Explanation: The first month after we moved to this house we received a water bill of $195!!! Our jaws dropped open, especially since we didn’t even have a separate water bill while we were in the apartment! We later found out that when the house was on the market, the realtor had set the sprinkler to come on every day, so the lawn would look nice and green. And since we were busy with unpacking and settling in, and have never really lived in a house before where we had control over the sprinklers, we never even thought about checking it or changing it! Over time, we have optimized the sprinkler schedule as best as we can to reduce the cost. We still need to use it quite a bit though to make sure we have a lawn and not a hay-patch in our front yard.

Cost while renting: $20 - $40 per month
Cost while owning a home: $20 - $40 per month
Explanation: Both at the apartment and in the house, hot water uses gas and this was probably the only bill that remained similar to our old bills.

Furnishing Costs
Cost while renting: ~$2,000
Cost while owning a home: above cost + $3,500 (not quite done yet)
Explanation: We brought most of the furniture from our old apartment to our new home. Most of our stuff was bought new while a few pieces came from Craigslist. Right now, we have furnished the living room, the family room, dining area, master bedroom and one of the guest rooms. The other guest rooms and the game room are still empty. When we buy furniture, we try to find a balance between something frugal and something of high quality and sturdy – so hopefully the rooms that are already furnished will not cost us much more (except for a few knick-knacks every now and then) for quite some time to come. (Updated, based on comments from Debbie) Fortunately, we did not have to spend on painting our home since the previous owners did it for us. And so far, we have not done any other re-modeling projects either. Maybe a few years down the line, we will upgrade our kitchen counter tops. If you are moving into a resale home, you need to take these expenditure into account too. Two of my friend who bought homes around the same time as we did had to repaint the walls of the spare rooms since the previous owners had painted them to match their kids taste, which was not what my friends liked :)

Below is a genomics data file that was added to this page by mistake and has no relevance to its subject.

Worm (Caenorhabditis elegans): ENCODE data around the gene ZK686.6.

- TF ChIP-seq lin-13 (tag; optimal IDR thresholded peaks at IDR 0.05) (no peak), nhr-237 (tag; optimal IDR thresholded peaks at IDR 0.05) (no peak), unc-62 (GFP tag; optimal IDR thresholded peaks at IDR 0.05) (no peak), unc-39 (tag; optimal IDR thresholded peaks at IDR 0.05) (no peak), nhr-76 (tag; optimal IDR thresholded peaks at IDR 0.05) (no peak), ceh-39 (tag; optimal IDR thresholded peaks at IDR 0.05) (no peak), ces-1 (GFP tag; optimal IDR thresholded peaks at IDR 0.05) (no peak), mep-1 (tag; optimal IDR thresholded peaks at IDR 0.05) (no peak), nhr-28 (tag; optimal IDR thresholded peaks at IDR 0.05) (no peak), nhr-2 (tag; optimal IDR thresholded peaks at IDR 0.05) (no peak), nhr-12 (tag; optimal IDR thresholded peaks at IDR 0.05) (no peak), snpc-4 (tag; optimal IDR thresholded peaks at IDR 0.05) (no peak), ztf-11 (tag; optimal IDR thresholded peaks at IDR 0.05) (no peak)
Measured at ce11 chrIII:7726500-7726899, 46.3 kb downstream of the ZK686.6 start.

Appliances (Updated. Thanks, Debbie for pointing this out.)
Cost while renting: $0
Cost while owning a home: ~$2,000